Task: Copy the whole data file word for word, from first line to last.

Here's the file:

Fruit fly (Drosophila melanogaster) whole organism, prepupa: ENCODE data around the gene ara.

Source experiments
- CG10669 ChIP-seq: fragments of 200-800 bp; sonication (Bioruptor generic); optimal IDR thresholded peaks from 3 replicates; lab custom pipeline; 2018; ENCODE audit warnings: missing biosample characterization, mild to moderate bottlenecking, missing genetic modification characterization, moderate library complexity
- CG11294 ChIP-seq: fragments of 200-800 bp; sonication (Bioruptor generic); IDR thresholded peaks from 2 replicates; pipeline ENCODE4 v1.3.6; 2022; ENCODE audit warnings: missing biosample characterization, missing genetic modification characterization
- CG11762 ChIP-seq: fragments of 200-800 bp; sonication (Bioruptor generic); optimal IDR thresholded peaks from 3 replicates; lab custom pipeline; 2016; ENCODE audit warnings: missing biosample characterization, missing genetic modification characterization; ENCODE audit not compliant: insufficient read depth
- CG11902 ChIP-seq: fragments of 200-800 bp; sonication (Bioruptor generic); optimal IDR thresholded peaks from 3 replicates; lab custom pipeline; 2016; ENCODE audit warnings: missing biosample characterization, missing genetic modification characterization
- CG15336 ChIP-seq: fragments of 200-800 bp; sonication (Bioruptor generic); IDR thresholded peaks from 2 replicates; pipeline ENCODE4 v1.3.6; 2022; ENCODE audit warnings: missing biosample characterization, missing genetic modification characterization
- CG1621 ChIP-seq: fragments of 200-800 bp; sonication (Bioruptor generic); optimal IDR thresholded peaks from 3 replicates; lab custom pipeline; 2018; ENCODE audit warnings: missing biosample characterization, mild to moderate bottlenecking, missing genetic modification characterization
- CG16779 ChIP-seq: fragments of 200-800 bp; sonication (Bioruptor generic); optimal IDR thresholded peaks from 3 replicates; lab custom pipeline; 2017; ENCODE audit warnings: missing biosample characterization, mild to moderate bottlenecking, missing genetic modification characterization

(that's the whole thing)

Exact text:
Fruit fly (Drosophila melanogaster) whole organism, prepupa: ENCODE data around the gene ara.

Source experiments
- CG10669 ChIP-seq: fragments of 200-800 bp; sonication (Bioruptor generic); optimal IDR thresholded peaks from 3 replicates; lab custom pipeline; 2018; ENCODE audit warnings: missing biosample characterization, mild to moderate bottlenecking, missing genetic modification characterization, moderate library complexity
- CG11294 ChIP-seq: fragments of 200-800 bp; sonication (Bioruptor generic); IDR thresholded peaks from 2 replicates; pipeline ENCODE4 v1.3.6; 2022; ENCODE audit warnings: missing biosample characterization, missing genetic modification characterization
- CG11762 ChIP-seq: fragments of 200-800 bp; sonication (Bioruptor generic); optimal IDR thresholded peaks from 3 replicates; lab custom pipeline; 2016; ENCODE audit warnings: missing biosample characterization, missing genetic modification characterization; ENCODE audit not compliant: insufficient read depth
- CG11902 ChIP-seq: fragments of 200-800 bp; sonication (Bioruptor generic); optimal IDR thresholded peaks from 3 replicates; lab custom pipeline; 2016; ENCODE audit warnings: missing biosample characterization, missing genetic modification characterization
- CG15336 ChIP-seq: fragments of 200-800 bp; sonication (Bioruptor generic); IDR thresholded peaks from 2 replicates; pipeline ENCODE4 v1.3.6; 2022; ENCODE audit warnings: missing biosample characterization, missing genetic modification characterization
- CG1621 ChIP-seq: fragments of 200-800 bp; sonication (Bioruptor generic); optimal IDR thresholded peaks from 3 replicates; lab custom pipeline; 2018; ENCODE audit warnings: missing biosample characterization, mild to moderate bottlenecking, missing genetic modification characterization
- CG16779 ChIP-seq: fragments of 200-800 bp; sonication (Bioruptor generic); optimal IDR thresholded peaks from 3 replicates; lab custom pipeline; 2017; ENCODE audit warnings: missing biosample characterization, mild to moderate bottlenecking, missing genetic modification characterization